The meter starts, numbers twisting and ticking away, and it doesn’t matter because numbers are a made-up thing like love.
The city outside whirs by, men hammering buildings together, baby carriages, and store signs, all of it blurry and Monet. I’ll put this painting in my head with the others.
The cab driver is 55 or 80, a hug of gray hair around his head. I don’t think much about cab drivers. I figure they like it that way.
My mother, of course, is dying.
The cab driver drives past the hospital. “Wait,” I tell him, “I said St. Elizabeth’s.”
“I know, he says, switching off the meter. “Let’s go look at the river instead.” I’ve heard of things like this. Kidnappings, hijackings.
One minute, my mother was asking if I wanted my eggs scrambled or fried.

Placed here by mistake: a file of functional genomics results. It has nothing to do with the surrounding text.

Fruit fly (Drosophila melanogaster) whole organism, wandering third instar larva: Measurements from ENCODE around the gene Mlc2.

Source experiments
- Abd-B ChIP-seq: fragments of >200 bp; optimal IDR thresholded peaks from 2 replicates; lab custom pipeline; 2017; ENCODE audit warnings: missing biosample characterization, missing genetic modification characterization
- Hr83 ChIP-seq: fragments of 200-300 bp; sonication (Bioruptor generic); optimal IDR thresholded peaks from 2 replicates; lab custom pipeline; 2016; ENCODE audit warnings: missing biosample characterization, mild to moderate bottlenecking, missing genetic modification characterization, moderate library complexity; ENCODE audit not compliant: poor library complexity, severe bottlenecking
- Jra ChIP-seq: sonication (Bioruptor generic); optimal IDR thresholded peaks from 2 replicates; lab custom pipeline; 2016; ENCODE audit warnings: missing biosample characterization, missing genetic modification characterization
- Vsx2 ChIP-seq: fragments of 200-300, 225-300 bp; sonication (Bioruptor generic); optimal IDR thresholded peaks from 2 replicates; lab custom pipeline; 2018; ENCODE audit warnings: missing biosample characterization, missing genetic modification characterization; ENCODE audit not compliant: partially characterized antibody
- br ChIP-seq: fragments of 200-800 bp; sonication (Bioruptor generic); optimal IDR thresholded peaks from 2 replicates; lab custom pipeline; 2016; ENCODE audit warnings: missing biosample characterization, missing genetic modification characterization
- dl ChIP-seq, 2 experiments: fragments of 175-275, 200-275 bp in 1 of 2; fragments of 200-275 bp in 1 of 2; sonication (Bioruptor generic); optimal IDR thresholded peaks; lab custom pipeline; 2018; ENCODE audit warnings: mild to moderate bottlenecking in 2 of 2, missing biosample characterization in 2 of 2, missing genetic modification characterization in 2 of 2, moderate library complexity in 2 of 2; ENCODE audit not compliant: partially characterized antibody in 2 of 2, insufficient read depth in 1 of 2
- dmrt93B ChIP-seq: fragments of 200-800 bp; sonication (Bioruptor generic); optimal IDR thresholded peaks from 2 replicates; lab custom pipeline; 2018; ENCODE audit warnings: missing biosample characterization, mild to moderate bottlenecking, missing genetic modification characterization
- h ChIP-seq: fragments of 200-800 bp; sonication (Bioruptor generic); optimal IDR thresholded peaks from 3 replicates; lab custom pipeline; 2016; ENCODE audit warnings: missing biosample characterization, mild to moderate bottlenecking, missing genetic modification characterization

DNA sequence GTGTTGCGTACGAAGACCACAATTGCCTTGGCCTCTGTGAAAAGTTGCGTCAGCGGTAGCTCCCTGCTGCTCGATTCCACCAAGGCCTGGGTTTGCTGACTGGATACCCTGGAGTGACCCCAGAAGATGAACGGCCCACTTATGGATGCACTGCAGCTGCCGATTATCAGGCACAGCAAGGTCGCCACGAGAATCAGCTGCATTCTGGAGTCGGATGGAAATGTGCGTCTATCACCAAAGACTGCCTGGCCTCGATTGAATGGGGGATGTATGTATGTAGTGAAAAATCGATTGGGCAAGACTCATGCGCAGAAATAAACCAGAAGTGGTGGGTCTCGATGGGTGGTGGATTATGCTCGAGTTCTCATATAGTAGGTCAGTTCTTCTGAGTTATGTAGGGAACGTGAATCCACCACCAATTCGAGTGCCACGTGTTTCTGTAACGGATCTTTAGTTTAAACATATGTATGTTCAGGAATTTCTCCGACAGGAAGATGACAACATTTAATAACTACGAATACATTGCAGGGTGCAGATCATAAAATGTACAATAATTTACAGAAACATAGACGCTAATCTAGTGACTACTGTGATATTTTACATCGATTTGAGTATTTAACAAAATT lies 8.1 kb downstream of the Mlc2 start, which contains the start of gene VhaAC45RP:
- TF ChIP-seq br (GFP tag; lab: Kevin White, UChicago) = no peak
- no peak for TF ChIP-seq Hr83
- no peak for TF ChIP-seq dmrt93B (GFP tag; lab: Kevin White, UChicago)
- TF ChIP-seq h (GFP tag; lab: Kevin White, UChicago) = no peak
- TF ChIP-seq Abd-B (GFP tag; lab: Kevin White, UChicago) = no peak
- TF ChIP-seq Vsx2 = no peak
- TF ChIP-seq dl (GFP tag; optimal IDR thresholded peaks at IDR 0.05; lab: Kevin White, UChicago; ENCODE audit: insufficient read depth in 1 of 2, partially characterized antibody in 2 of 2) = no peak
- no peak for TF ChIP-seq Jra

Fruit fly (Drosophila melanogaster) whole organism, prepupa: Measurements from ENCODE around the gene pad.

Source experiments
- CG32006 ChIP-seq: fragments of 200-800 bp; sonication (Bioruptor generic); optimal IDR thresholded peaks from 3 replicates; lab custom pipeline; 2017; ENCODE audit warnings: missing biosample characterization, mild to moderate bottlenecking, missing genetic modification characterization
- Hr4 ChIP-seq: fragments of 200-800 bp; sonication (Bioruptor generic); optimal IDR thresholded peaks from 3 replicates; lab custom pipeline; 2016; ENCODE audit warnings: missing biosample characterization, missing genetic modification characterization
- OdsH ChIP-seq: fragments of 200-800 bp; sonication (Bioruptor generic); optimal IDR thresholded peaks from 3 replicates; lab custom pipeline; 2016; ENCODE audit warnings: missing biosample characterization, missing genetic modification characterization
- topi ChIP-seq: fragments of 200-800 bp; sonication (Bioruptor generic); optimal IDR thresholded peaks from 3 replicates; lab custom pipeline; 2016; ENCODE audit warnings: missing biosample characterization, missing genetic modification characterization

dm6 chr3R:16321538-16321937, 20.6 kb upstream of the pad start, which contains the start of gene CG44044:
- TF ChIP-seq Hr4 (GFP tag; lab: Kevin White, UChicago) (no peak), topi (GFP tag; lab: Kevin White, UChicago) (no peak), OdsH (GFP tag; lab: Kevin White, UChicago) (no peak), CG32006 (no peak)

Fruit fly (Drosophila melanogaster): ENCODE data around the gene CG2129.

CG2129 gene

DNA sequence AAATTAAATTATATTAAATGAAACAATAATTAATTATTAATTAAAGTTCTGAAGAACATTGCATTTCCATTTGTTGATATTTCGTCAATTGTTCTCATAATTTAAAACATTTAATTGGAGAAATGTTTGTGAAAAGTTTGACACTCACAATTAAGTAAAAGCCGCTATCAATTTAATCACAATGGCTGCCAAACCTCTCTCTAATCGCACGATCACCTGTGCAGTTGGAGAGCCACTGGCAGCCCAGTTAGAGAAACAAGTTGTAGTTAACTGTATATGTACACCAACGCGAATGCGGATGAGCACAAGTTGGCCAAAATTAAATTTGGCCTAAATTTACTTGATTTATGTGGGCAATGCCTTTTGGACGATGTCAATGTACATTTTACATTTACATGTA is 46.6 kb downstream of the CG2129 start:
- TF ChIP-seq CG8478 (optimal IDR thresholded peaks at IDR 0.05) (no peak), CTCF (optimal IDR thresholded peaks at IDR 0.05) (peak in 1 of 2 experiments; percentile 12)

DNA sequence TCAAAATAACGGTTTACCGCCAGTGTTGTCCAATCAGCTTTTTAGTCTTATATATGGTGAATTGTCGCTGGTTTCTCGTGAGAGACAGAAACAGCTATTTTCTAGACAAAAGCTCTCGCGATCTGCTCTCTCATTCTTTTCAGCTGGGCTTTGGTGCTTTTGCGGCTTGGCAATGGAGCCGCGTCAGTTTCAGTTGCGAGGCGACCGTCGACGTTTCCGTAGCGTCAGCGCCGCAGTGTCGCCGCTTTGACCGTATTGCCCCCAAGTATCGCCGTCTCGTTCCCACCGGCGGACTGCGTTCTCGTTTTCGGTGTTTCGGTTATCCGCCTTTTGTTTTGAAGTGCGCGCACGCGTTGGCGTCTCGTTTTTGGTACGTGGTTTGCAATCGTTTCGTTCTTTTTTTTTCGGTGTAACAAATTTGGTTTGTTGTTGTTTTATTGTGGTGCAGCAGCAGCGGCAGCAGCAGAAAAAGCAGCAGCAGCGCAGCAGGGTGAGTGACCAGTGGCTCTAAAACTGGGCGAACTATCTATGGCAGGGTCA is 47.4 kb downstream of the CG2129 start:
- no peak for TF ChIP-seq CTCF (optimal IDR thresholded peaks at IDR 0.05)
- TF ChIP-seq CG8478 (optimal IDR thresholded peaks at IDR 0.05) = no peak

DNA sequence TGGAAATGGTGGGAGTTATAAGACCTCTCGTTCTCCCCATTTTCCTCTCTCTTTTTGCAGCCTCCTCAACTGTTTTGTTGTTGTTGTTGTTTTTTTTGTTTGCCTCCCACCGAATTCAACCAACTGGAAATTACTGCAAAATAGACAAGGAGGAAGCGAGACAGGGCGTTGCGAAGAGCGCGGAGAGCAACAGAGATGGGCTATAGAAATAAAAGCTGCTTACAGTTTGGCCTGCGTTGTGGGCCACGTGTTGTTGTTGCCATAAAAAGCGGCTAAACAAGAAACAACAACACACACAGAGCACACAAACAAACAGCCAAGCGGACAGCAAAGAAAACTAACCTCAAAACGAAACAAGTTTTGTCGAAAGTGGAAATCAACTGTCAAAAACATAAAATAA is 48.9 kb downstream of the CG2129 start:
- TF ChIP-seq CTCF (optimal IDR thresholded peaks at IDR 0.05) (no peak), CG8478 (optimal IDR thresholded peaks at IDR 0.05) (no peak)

The cab driver’s eyes in the rearview. “Hospitals can wait a few minutes,” he says. “My daughter,” he continues, “she was only five.”
When we get to the river, the slap of an autumn morning as we step out of the cab. All around us, the usual joggers, the seagulls climbing the sky.
“Those birds,” he says, “they have this sense of direction. It’s built into their wings.”
We get back into the cab. We head to the hospital. I open the window and let in a whoosh of air, a sudden swoop underneath my arms.
Francine Witte is the author of four poetry chapbooks and two full-length collections, Café Crazy and The Theory of Flesh from Kelsay Books. Her flash fiction has appeared in numerous journals and anthologized in the most recent New Micro (W.W. Norton) Her novella-in-flash, The Way of the Wind has just been published by Ad Hoc Fiction, and her full-length collection of flash fiction, Dressed All Wrong for This was recently published by Blue Light Press. She lives in New York City.